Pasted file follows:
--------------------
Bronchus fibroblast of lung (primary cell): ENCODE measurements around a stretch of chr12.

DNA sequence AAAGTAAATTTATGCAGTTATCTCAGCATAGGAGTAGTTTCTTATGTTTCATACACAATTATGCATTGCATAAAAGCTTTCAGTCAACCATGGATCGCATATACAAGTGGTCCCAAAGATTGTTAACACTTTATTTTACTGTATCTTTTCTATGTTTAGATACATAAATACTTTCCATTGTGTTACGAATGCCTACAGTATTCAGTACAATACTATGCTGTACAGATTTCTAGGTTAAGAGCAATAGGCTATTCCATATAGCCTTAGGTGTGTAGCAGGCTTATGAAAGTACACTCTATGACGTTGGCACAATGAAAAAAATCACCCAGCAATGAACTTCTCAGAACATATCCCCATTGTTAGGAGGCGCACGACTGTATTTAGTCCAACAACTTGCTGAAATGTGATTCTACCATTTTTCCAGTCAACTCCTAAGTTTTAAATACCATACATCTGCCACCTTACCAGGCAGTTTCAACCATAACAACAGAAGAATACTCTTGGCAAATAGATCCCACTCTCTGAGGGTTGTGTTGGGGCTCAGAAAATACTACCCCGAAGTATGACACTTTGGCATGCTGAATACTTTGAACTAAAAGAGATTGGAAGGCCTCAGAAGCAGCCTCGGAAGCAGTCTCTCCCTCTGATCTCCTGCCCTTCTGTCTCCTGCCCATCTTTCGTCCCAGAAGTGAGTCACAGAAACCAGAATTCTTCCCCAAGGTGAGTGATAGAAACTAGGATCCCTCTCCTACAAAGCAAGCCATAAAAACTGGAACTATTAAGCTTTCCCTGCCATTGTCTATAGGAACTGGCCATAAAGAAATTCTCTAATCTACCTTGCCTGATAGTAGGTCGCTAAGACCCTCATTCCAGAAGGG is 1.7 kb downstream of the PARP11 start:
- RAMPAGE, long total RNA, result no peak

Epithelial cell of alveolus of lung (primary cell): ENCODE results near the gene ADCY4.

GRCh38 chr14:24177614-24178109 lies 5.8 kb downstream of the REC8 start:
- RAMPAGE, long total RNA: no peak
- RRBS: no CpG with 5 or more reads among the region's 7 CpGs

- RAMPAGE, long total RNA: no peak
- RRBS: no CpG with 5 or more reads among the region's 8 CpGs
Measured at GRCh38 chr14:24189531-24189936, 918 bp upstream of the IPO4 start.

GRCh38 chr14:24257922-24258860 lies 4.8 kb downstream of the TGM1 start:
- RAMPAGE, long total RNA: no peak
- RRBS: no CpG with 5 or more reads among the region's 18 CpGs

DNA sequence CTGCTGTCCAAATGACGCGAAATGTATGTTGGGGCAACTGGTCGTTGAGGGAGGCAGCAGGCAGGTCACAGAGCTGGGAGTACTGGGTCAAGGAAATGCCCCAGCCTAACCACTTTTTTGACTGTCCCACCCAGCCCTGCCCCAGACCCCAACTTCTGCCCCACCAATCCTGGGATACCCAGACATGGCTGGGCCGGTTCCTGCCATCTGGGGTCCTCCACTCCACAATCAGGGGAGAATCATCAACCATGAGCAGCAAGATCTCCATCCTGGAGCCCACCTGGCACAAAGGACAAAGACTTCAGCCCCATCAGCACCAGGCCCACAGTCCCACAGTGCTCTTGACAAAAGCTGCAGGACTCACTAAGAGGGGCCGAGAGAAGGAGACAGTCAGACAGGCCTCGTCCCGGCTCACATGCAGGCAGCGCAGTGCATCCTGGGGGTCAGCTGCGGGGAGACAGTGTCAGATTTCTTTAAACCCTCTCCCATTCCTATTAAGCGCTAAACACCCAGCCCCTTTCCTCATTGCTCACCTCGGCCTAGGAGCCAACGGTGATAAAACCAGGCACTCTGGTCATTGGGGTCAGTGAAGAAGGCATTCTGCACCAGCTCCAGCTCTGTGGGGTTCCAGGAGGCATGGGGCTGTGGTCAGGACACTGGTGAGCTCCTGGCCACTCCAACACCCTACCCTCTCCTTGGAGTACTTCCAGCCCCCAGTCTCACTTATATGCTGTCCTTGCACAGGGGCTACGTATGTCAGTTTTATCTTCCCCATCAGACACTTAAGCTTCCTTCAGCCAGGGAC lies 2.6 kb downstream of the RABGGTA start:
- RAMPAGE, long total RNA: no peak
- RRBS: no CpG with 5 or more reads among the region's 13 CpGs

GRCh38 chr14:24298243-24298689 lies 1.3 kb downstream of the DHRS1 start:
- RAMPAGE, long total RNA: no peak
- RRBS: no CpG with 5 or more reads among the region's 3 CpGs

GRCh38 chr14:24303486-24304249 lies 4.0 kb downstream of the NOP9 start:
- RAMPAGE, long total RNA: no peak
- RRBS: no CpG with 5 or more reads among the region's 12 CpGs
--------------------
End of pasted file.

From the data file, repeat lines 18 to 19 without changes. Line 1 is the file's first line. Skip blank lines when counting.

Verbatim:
- RAMPAGE, long total RNA: no peak
- RRBS: no CpG with 5 or more reads among the region's 3 CpGs